Identifying Marigold Disease
Although marigolds are hardy plants that seldom need special care, they do fall prey to some diseases. These are fairly common garden diseases. At signs of them on marigolds, check all of your garden plants.
Grey mold is spotted in wet or humid weather by examining the plants for brown or spotted areas. These areas are closely followed by the development of grey spores on dead plant tissue. These spores are so numerous that they look like a fuzzy coating on the plant.
Grey mold spores are very easily released so no work on infected plants should be done unless the air and plants are dry. If infected plants can be covered in bags to try to capture the spores, both bag and plant can be burned to remove that local area of infection.
The spores can live over winter in dead plant material so cleaning up the area and destroying infected plants is an important method of controlling grey mold.
Spraying with fungicide in damp or humid conditions can help to prevent the spread of the disease.
When the air is very moist it is possible that the plants take up water much faster than they can lose it through transpiration. The usual situation for this is when plants are grown in greenhouses with insufficient light and ventilation. Oedema causes fluid filled blisters on the bottom of a leaf, usually causing the leaf to turn yellow and die.
Oedema usually responds quickly to proper ventilation and more natural sunlight accompanied by a drop in the amount of water being fed to the plants.
There are two types of microscopic worms (nematodes) that attack marigolds. Hardest to spot are the leaf dwelling worms. These cause damage to the leaves that turns them yellow and kills them. Without microscopic examination it is difficult to know what killed them.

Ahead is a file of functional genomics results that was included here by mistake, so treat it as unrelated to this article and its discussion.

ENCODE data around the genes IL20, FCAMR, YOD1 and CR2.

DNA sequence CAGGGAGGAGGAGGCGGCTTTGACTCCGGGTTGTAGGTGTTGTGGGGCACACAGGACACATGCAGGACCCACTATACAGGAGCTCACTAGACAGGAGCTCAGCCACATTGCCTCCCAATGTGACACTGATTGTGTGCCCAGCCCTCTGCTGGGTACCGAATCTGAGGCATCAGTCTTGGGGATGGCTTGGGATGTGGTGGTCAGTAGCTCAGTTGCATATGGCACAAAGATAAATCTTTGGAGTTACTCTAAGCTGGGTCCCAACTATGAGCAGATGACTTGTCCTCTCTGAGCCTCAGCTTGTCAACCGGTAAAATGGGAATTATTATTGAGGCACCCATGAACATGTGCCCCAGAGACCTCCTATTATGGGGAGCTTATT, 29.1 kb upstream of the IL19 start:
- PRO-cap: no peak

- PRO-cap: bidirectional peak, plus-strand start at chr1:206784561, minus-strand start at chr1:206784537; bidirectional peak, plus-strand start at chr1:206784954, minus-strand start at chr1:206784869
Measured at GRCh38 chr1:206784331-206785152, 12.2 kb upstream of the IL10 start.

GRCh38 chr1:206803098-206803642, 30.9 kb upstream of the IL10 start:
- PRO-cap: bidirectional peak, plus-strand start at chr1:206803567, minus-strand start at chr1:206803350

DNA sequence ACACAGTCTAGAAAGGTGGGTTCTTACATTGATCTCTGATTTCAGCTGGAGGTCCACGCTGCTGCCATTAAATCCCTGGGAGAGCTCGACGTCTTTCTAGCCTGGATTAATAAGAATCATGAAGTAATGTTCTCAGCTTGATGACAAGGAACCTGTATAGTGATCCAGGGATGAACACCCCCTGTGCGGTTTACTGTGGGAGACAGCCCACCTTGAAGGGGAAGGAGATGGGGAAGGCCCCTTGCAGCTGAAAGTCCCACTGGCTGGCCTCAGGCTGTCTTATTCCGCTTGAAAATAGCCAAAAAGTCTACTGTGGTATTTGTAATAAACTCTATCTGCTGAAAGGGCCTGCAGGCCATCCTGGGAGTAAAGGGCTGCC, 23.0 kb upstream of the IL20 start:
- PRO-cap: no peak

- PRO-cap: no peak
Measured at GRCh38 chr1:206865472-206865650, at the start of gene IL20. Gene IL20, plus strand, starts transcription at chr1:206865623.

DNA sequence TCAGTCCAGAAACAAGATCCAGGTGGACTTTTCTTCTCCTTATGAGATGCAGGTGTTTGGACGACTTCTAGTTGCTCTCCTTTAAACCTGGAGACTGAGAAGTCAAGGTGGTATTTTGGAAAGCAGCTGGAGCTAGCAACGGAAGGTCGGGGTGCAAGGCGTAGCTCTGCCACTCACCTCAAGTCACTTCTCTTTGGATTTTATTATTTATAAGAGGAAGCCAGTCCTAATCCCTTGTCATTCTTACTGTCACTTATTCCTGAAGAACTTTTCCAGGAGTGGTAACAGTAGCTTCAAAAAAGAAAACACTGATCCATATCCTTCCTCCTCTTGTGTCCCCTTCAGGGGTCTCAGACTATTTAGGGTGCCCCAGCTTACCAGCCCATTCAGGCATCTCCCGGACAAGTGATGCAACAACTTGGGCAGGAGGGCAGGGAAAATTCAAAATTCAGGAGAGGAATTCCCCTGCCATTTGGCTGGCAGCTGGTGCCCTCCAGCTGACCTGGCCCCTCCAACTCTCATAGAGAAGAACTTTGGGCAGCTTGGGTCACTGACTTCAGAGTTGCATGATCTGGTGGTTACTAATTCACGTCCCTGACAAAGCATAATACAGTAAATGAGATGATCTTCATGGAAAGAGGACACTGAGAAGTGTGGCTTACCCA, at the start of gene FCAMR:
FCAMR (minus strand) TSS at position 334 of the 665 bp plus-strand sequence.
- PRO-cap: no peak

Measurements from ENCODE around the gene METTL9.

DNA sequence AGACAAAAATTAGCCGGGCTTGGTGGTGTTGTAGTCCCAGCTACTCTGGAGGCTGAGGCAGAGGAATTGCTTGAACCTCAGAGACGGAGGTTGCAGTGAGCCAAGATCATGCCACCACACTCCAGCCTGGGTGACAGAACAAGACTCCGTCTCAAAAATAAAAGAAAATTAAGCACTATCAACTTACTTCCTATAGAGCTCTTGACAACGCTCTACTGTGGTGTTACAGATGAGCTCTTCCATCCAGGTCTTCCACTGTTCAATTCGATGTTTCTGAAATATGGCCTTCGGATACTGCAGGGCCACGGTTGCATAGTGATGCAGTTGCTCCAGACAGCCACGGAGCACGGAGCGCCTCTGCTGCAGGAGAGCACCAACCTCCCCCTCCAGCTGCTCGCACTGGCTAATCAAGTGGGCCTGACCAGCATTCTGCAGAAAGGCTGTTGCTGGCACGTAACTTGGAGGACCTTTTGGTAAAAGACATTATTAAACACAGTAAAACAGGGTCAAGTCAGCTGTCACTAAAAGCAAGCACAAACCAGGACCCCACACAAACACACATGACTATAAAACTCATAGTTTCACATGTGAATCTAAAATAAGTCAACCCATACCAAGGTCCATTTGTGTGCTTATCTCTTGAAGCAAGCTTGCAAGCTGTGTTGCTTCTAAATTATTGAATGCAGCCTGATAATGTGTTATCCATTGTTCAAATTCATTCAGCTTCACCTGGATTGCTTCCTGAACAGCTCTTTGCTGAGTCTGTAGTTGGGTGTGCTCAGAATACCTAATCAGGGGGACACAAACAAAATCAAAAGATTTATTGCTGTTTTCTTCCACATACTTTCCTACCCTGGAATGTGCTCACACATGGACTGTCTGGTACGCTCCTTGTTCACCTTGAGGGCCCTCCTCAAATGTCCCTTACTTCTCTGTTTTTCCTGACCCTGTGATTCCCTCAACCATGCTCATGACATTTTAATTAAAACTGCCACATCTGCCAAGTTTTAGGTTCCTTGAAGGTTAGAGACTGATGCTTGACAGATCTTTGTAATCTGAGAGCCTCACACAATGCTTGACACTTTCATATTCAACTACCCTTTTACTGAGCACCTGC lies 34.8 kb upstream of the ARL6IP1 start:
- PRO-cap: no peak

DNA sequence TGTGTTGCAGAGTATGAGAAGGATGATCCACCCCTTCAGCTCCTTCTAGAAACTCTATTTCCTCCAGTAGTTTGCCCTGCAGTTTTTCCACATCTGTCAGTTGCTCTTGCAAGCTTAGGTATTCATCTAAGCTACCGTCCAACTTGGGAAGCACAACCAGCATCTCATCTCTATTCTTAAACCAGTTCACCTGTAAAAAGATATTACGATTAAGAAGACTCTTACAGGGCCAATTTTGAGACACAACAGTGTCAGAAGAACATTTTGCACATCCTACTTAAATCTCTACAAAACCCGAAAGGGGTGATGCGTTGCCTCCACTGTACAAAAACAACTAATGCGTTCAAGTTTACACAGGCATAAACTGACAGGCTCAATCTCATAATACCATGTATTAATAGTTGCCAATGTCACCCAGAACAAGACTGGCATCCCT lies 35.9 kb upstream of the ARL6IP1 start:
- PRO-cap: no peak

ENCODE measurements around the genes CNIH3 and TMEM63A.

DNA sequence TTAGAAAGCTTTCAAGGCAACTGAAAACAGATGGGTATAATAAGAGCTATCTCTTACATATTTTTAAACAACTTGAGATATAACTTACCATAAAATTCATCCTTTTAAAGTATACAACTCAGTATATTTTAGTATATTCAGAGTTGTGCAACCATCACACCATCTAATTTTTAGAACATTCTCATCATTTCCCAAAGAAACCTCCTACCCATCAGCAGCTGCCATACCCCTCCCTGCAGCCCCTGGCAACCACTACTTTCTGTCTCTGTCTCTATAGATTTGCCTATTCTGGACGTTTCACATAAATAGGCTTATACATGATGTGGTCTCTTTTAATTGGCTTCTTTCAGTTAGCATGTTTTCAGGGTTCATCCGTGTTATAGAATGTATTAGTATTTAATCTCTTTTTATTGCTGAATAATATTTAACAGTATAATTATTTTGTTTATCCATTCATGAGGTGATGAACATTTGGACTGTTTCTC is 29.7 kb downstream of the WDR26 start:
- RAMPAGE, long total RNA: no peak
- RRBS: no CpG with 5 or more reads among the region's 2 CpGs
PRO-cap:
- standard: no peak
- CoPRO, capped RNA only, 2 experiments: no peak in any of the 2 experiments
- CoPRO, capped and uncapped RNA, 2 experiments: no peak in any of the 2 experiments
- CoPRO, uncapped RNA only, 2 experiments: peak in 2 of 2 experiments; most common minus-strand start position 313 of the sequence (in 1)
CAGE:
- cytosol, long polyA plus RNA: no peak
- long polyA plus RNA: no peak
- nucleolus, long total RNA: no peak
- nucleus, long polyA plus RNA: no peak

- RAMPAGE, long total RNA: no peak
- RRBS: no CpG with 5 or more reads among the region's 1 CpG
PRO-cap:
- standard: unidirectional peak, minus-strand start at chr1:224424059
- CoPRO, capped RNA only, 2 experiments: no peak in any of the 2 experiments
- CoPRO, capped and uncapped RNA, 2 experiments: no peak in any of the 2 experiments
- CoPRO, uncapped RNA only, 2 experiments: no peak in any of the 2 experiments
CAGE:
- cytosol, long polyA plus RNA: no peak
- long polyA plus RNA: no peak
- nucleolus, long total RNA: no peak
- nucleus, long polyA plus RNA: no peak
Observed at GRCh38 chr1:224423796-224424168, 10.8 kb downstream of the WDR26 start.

Root dwelling nematodes produce typical root damage symptoms. The leaves fade and may eventually fall off the plant. Worms living in the root will leave patches of the root badly injured.
Because the worms live in the soil it is virtually impossible to cure an infestation. The best treatment is to remove as much soil a possible and replant the area with worm resistant varieties.
Powdery mildew is often mistaken for white dust. It can be brushed off a leaf and leaves no obvious damage. The mildew tends to develop in prolonged periods of high humidity. The leaves turn yellow and fall prematurely and the plant will weaken and die. Generally the mildew that attacks marigolds will not affect other plants. Fungicides are available against mildew but you must choose one that is specifically for mildew on marigolds.
Improving the ventilation around the marigolds and reducing the humidity will eventually clear the mildew.
Because the mildew spores can survive over winter in fallen dead plant material it is important to remove all infected plants and material